Corvette station wagon the golfer's dream
One of the problems most Chevrolet Corvettes have had in their near 60 years of existence is that unless you kick someone out of the passenger seat, you cannot carry a full-sized golf bag and clubs with you.
Callaway Cars, the Connecticut-based tuner and refettler of performance Chevrolets, which has done lots of work over the decades on Corvettes and Camaros, is looking at producing a station wagon, shooting-brake or estate-car version of the new seventh generation Stingray, solving the golfer's problem in one fell swoop. Now owners will not only be able to play golf like normal citizens, they'll also be able to take along a friend or partner and take their clubs, too.
Some are calling it the solution to a problem no-one thought they had. Callaway has come up with an aftermarket load-carrier concept for the new 2014 Corvette Stingray, which it says, results "in a unique style and increased interior space".
Naming its reprofiled Corvette the AeroWagon, Callaway says the new attachment, which extends the C7's roofline and adds a more upright rear window structure and hatch, will be manufactured in Callaway's proprietary RTM process for structural carbon parts.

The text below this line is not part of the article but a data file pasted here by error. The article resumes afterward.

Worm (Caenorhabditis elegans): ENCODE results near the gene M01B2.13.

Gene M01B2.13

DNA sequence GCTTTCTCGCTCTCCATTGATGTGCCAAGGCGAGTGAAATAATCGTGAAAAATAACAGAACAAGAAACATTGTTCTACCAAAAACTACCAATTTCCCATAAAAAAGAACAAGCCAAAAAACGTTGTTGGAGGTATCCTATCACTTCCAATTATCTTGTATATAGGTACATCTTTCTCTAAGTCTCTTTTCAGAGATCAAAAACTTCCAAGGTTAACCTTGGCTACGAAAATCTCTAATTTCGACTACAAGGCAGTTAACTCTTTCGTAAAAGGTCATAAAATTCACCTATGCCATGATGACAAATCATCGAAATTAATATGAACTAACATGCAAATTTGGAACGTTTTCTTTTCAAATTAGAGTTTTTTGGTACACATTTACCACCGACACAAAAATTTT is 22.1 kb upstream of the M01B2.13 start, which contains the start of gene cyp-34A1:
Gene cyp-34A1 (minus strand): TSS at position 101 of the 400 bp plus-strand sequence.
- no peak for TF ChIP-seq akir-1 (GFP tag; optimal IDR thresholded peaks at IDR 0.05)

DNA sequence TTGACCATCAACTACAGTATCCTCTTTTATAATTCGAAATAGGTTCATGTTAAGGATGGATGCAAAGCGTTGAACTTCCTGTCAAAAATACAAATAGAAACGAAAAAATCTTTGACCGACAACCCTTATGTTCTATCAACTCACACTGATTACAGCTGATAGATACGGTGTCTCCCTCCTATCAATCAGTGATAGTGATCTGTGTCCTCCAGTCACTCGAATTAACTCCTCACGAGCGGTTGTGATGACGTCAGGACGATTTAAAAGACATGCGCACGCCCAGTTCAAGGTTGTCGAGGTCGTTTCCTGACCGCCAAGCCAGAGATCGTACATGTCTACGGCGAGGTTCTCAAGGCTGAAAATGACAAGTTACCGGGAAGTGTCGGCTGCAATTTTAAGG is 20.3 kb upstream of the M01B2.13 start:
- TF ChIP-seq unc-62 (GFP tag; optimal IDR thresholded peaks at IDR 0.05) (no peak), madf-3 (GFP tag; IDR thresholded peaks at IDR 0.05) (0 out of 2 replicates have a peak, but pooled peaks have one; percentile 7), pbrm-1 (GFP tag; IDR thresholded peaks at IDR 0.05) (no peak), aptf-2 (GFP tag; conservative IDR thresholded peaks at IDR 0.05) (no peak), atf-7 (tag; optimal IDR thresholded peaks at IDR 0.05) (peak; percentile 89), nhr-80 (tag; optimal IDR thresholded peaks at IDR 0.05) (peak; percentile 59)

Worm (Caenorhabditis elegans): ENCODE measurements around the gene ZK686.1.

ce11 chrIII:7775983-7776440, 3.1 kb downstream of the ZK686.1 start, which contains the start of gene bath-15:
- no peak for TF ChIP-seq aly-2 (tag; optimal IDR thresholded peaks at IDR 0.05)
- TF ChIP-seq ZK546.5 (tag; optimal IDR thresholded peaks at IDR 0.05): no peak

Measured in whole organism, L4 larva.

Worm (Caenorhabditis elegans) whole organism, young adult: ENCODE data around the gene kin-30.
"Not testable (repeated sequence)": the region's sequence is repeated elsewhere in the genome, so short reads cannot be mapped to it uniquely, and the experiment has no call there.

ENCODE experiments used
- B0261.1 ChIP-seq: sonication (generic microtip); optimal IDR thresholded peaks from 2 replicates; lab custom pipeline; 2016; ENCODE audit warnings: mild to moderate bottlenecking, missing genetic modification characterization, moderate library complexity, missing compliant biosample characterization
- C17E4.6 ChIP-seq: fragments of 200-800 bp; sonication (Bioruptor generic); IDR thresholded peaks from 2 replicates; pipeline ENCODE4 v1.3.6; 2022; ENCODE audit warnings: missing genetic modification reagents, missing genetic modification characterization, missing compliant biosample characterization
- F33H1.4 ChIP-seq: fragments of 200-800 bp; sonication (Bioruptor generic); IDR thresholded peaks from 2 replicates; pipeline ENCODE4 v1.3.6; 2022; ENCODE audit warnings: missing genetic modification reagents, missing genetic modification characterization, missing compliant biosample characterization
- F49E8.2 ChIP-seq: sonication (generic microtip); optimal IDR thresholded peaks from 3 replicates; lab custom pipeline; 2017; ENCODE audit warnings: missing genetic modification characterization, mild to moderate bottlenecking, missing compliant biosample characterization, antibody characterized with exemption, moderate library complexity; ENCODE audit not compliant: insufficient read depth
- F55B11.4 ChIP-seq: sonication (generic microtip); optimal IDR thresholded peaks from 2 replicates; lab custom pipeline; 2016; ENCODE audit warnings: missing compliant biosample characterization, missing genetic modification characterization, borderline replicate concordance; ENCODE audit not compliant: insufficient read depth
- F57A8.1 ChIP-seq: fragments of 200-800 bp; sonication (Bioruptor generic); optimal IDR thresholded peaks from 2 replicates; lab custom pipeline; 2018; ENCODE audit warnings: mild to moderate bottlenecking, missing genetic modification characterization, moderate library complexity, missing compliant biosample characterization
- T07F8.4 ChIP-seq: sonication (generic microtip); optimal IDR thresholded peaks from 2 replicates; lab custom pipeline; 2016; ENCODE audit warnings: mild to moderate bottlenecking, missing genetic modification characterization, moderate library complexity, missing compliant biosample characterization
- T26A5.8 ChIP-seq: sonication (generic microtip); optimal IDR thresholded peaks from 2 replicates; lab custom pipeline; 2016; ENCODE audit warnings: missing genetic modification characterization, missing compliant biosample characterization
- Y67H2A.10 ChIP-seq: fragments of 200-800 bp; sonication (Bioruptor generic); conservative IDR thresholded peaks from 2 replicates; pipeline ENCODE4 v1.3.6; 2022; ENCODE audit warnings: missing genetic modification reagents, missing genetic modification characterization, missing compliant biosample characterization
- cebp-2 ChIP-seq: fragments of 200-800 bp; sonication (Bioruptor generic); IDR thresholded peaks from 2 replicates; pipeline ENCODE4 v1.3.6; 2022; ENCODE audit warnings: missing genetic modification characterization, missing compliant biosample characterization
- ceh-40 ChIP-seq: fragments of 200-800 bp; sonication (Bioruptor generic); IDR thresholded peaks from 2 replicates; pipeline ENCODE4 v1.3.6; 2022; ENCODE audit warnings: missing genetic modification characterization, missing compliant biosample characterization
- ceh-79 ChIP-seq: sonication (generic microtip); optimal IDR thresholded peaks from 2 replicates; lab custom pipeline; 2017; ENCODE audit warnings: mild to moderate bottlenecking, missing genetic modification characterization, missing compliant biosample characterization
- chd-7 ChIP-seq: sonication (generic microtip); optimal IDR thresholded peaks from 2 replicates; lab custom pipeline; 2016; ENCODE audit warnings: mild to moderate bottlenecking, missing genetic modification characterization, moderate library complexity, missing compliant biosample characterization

Callaway says the AeroWagon will be offered as an option for under NZ$21,000, and when the new design is matched with the company's other Corvette modification - its upcoming Callaway C7 powertrain, which will be more powerful than the stock Stingray - it could well be the world's fastest station wagon with a top speed of more than 322kmh (200mph).
"Based on market reaction, Callaway plans to produce the conversions coincident with the release of production C7 Corvettes this fall," a Callaway spokesman said this week. "The AeroWagon option is projected to be under US$15,000 and available through Callaway Dealers nationwide."
The company is already accepting pre-orders for the car on its official website. And no, while you might be thinking it, Callaway Cars is not the Callaway that makes hard-hitting golf clubs, but we do understand the connection.
- Sunday Star Times
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